Argued and submitted September 23, 2004.
Affirmed January 19, 2005. Petition for review denied April 26, 2005 (338 Or 488).
Appeal from Circuit Court, Columbia County.
Berkeley A. Smith, Judge.
Stephen C. Hendricks argued the cause for appellant. On the opening brief were Paul G. Ellis and Hendricks Law Firm, P.C. On the reply brief were Stephen C. Hendricks and Hendricks Law Firm, P.C.
Lisa E. Lear argued the cause for respondent. With her on the brief were David R. Foster, Gretchen Mandekor, and Bullivant Houser Bailey PC.
Before Haselton, Presiding Judge, and Linder and Ortega, Judges.
Plaintiff in this personal injury action appeals after a jury verdict in her favor awarding economic damages of $5,491.22 and noneconomic damages of $1,500.00. Plaintiff argues, among other things, that the trial court erred in compelling a medical examination pursuant to ORCP 44 and in awarding only costs originating prior to defendant's offer of judgment. We affirm.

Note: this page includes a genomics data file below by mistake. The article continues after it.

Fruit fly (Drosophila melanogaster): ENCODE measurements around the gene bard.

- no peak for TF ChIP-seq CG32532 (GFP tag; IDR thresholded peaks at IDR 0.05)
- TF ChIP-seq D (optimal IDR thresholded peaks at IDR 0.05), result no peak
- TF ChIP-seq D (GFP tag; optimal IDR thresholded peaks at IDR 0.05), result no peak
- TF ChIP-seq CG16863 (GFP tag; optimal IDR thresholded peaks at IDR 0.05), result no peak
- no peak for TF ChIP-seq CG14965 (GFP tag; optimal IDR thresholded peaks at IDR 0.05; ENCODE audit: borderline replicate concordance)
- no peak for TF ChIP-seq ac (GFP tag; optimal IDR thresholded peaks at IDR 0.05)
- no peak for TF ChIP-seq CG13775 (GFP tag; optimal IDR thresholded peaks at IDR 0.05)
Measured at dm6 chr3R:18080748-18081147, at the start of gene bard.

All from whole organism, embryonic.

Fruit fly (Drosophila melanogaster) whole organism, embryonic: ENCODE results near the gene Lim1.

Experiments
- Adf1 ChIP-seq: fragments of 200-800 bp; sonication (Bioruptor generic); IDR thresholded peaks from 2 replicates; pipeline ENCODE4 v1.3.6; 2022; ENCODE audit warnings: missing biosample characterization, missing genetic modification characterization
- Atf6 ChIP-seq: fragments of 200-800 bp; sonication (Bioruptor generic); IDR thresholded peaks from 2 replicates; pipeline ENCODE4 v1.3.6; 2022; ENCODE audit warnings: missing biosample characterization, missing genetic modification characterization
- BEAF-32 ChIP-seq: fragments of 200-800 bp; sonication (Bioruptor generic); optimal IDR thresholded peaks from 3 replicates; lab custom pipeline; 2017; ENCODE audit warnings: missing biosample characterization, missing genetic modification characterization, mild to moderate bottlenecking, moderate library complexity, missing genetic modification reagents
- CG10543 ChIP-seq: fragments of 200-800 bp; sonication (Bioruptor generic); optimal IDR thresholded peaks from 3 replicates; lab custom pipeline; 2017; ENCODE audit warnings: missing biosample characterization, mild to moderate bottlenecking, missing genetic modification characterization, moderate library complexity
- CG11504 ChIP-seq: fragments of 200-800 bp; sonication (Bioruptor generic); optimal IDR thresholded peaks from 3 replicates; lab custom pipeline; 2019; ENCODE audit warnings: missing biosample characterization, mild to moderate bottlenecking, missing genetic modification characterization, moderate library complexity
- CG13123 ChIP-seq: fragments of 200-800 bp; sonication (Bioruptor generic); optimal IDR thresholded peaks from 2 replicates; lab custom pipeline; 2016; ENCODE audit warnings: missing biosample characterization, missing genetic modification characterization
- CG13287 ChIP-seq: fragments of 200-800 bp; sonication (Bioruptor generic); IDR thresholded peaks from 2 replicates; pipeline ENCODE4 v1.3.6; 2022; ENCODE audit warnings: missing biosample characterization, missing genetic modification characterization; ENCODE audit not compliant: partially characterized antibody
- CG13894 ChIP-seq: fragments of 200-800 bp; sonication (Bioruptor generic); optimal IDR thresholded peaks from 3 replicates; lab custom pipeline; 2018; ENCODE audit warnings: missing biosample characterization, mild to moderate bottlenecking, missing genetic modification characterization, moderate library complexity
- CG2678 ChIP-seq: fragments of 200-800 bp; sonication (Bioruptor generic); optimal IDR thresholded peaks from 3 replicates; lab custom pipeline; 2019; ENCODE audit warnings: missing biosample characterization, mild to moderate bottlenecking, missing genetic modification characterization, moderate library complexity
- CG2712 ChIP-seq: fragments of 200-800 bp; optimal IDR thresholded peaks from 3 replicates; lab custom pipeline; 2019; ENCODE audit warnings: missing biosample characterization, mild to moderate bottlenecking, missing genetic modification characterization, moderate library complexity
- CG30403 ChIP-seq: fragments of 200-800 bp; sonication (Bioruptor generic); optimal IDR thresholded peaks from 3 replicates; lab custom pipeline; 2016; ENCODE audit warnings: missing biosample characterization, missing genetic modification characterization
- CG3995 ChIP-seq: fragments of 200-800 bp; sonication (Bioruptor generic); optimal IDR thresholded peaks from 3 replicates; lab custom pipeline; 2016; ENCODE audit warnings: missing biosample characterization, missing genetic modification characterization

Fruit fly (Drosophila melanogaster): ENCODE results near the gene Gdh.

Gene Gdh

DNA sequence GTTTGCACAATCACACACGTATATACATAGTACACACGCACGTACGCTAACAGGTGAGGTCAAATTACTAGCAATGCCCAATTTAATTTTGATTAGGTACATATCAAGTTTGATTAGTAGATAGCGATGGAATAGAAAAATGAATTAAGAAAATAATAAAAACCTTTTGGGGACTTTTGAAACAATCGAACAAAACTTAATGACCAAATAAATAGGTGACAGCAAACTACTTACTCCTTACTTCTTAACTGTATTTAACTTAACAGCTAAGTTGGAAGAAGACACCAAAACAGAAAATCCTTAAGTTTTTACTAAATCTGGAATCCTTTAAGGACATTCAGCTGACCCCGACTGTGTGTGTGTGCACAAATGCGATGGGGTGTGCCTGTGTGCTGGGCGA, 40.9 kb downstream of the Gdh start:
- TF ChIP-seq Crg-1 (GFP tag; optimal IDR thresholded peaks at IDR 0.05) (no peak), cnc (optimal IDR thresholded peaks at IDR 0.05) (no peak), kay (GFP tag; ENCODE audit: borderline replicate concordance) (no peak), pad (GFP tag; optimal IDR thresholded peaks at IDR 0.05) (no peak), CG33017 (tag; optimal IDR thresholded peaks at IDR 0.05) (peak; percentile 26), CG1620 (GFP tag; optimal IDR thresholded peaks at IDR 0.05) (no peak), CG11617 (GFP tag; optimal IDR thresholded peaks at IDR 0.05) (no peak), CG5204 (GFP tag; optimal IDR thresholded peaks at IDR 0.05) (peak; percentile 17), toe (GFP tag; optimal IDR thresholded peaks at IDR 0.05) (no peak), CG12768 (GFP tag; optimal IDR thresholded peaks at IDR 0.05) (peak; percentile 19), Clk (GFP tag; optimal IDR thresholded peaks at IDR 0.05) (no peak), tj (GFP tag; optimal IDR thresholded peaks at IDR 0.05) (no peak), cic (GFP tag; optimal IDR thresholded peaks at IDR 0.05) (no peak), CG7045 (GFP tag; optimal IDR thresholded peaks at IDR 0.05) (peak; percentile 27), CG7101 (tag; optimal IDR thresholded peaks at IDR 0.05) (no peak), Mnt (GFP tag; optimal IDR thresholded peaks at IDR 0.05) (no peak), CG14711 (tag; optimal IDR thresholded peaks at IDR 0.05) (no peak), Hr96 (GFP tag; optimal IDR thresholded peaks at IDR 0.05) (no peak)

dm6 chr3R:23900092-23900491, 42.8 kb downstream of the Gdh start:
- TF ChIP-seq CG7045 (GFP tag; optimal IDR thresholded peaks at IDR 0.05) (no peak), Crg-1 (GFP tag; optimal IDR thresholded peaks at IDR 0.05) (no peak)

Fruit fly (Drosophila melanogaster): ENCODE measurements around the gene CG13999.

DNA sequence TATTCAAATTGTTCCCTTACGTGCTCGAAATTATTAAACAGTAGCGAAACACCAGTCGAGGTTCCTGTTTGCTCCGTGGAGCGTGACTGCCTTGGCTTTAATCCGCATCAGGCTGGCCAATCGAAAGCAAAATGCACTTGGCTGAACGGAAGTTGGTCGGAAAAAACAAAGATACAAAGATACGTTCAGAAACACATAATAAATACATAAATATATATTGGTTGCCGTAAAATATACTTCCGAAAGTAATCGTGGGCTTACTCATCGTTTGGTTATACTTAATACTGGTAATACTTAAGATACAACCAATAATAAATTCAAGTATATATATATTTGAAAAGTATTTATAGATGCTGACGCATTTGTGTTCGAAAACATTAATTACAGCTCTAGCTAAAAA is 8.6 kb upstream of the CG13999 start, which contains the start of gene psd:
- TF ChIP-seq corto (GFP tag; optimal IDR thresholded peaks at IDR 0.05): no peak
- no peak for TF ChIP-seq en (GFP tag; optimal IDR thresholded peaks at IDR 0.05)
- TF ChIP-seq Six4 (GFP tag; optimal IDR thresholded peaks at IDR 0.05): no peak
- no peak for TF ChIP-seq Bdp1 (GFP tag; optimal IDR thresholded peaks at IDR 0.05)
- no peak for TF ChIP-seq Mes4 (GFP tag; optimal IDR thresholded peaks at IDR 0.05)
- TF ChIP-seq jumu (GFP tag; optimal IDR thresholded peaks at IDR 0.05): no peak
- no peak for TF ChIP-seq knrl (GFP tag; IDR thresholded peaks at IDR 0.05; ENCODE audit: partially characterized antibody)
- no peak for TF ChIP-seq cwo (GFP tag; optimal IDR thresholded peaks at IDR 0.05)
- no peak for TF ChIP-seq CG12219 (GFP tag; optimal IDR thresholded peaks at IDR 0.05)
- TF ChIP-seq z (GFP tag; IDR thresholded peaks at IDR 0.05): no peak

Plaintiff was injured in an automobile accident with defendant, for which defendant admitted liability. Plaintiff claimed "severe and permanent personal injuries" as a result of the accident, "including tearing and stretching of the muscles, ligaments and nerves of her back, hip, arms, shoulders, head and neck." Defendant denied that plaintiff suffered damages to the extent that she claimed, and a jury trial ensued on the issue of damages.